Arnold Palmer stamp to be unveiled March 4 at Bay Hill
03 Mar 2020
by Pete Wlodkowski of AmateurGolf.com

Postcards from Latrobe (by way of Orlando) -- The Arnold Palmer Forever stamp (Latrobe CC photo)
Postcards from Latrobe (by way of Orlando) -- The Arnold Palmer Forever stamp (Latrobe CC photo)

Wednesday, March 4 is a special day for golfers everywhere.

That's because Wednesday is the day that Arnold Palmer will be recognized with a Forever First Class U.S. Postal Service stamp and a "First Date of Issue" ceremony at the Arnold Palmer Invitational at Bay Hill Country Club in Orlando.

The only problem?

Well, as anyone who knows the slightest bit about golf history is aware, the golfer known as "The King" grew up and maintained a lifetime home in Latrobe, Pennsylvania.

That rankled some longtime Latrobe golfers, who think the ceremony should have taken place there.

As a media company, we can certainly understand why the U.S. Postal Service chose Orlando --and Arnold Palmer's PGA tour event at Bay Hill -- as the place to do the ceremony.

Although Latrobe didn't land the "First Date of Issue" ceremony, residents and visitors won't have any problem getting the stamps on March 4. The Latrobe post office ordered a whopping 80,000 of them to stock up.

In an age when many young people never even buy stamps, getting maximum media exposure makes sense. And Orlando was Palmer's second home, and the city where he co-founded The Golf Channel. But don't tell that to Latrobe native Fran Brasile, who once worked at Palmer's Latrobe Country Club.

In an interview with Jim Himler of the Pittsburgh Tribune-Review, Brasile said:

“It should be here. Latrobe is where he grew up.”

Brasile, 55, described the golfing legend to Himler as a strict boss who demanded respect from employees. But he also noted that Palmer’s rapport with his fans was unmatched in the sport.

“He’d never shun the fans,” Brasile said. “He would shake your hand and sign everybody’s autograph. He’d spend hours.”

I can attest to the unique quality that Arnold Palmer had to seemingly make eye contact with everyone in the gallery as he stood waiting to tee off, or passed through an aisle from green to tee. I experienced that feeling on more than one occasion, including one of his last Masters tournaments, standing on the 2nd tee at Augusta National.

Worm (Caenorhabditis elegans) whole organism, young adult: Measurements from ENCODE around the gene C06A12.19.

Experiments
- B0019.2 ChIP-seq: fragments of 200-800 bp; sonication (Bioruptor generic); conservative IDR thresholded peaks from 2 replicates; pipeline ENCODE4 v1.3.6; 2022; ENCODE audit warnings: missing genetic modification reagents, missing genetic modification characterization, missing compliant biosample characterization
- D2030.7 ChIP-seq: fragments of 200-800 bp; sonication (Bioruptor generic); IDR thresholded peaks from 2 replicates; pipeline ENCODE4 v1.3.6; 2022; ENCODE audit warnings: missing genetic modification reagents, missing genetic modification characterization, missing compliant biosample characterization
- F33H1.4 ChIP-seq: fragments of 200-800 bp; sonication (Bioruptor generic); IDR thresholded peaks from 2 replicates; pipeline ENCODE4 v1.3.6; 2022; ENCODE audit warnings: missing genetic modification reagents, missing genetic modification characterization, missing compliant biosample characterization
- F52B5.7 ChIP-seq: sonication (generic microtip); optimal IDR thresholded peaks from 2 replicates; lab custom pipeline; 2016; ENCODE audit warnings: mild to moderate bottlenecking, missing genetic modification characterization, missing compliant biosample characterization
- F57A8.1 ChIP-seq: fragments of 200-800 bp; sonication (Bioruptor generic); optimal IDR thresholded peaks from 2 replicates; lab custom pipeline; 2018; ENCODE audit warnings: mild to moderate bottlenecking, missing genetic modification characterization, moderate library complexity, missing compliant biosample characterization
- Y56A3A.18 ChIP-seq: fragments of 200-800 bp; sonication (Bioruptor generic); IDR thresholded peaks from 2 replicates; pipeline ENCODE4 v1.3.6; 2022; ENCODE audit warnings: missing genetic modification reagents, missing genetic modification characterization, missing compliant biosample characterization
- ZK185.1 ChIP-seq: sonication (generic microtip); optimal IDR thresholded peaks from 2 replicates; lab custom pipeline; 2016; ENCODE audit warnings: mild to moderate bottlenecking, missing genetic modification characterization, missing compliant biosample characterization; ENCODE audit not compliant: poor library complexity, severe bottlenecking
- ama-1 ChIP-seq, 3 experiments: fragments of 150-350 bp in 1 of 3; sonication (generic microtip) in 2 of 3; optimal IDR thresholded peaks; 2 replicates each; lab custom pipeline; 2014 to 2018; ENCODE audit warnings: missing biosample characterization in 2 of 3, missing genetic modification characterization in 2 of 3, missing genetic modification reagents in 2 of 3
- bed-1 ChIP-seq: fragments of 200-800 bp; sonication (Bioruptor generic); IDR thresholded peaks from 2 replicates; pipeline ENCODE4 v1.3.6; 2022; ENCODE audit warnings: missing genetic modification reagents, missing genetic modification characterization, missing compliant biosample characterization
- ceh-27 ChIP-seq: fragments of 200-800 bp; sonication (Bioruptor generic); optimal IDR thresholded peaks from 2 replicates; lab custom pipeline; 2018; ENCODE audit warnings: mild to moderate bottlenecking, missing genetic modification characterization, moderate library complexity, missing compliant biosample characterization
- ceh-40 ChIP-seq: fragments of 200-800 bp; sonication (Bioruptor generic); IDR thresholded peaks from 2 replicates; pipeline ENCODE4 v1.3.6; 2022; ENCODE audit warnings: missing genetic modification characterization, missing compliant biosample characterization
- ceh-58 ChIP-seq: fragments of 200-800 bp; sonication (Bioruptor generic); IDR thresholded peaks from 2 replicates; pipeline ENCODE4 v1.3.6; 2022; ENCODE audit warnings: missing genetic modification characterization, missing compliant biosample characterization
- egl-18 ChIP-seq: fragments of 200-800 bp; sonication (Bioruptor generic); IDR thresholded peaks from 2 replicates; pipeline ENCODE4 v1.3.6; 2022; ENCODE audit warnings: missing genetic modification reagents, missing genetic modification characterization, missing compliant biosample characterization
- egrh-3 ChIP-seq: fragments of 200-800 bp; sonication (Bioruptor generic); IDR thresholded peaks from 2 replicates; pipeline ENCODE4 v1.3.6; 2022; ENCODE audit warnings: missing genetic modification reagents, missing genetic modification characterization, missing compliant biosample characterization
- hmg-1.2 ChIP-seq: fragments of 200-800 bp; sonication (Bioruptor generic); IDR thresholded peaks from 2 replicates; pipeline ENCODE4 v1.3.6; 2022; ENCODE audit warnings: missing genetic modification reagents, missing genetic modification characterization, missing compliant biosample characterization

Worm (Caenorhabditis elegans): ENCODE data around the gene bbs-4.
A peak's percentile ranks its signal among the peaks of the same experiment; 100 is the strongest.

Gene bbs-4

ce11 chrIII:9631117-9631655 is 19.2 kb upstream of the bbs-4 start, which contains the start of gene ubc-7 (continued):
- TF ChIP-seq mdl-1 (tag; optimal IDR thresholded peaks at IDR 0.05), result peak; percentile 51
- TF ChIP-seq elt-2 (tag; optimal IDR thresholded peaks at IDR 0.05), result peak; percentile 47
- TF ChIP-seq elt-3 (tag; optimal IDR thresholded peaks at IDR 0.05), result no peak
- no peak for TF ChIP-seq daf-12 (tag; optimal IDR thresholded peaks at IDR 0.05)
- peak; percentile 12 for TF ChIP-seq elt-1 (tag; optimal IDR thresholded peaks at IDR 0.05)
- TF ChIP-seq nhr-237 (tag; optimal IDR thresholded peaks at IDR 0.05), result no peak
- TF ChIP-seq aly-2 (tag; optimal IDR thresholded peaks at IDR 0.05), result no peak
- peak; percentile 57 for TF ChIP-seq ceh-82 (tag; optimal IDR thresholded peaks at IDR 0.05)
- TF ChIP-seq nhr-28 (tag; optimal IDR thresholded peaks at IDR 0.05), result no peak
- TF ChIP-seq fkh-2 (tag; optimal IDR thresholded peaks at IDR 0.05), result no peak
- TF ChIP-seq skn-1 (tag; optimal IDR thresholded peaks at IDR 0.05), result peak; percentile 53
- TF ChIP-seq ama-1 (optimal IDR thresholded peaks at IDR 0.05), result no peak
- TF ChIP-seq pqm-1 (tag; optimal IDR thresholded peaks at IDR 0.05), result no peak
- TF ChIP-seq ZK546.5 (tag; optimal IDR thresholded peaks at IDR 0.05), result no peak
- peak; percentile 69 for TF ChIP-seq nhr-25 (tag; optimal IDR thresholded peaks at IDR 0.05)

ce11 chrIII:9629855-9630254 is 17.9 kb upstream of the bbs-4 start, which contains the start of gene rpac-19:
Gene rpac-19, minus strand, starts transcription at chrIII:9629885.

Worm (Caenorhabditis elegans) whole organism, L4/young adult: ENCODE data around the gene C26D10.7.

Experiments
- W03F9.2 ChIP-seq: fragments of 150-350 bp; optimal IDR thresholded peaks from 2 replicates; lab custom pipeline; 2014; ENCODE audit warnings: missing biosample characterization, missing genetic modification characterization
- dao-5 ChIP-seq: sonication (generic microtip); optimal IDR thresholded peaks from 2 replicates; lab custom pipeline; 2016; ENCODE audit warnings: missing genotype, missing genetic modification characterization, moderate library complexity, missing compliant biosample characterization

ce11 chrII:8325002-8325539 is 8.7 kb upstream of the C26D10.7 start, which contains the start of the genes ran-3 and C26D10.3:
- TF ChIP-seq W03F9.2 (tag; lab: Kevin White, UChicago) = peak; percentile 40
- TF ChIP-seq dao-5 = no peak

As a 14-year-old, I wrote a letter and simply mailed it simply to "Arnold Palmer, Latrobe, Pennsylvania."

I asked Mr. Palmer if he would return to my home state of Connecticut to play in the Greater Hartford Open that year. It was the site of his first U.S. PGA Tour victory -- his official first win was in Canada -- but he hadn't returned to play in years.

I received a reply that spring, (dated on my birthday of all dates) indicating that he would return in 1976, and that he looked forward to the possibility of meeting me. Sure, it may have been drafted by his secretary, but the signature was his, and it was real.

I would wind up working the tournament and acting as standard bearer for Palmer's group one of the rounds. I didn't bother him during play. But on the 17th tee, on a 95 degree humid day, I saw him reach into a large ice bucket full of towels. As his Popeye-sized forearms twisted the water out of one of the towels, I witnessed his strength with boyhood admiration.

Then, as he walked towards me, I realized the towel was for me.

"You look really hot," he said as he handed me the towel. "Wrap this around your neck, it will cool you off."

As I have recalled that moment many times over the years to my golfing buddies, it seems everyone has an Arnold Palmer story to relate.

And regarding Palmer's hometown, I'm hoping that Latrobe will get a ceremony of its own at a later date.

The Tribune-Review story said:

"There is talk of a special cancellation mark featuring an image of Palmer’s signature and his trademark umbrella logo, but it won’t be available Wednesday at the Latrobe post office, according to Jill Walters, a spokeswoman for the service’s Western Pennsylvania District. She said details for any future “postmark events” have yet to be confirmed."

I don't know about you, but my stamps have been pre-ordered. Enough to last a long time. Because there is nothing like a personal letter, like the congratulatory ones that Arnold Palmer used to send to PGA Tour winners. If you get one from me, it's going to have one of his stamps on it -- until I run out that is.

You can order them from the USPS, in sheets of 20 for $11.00, by clicking here.

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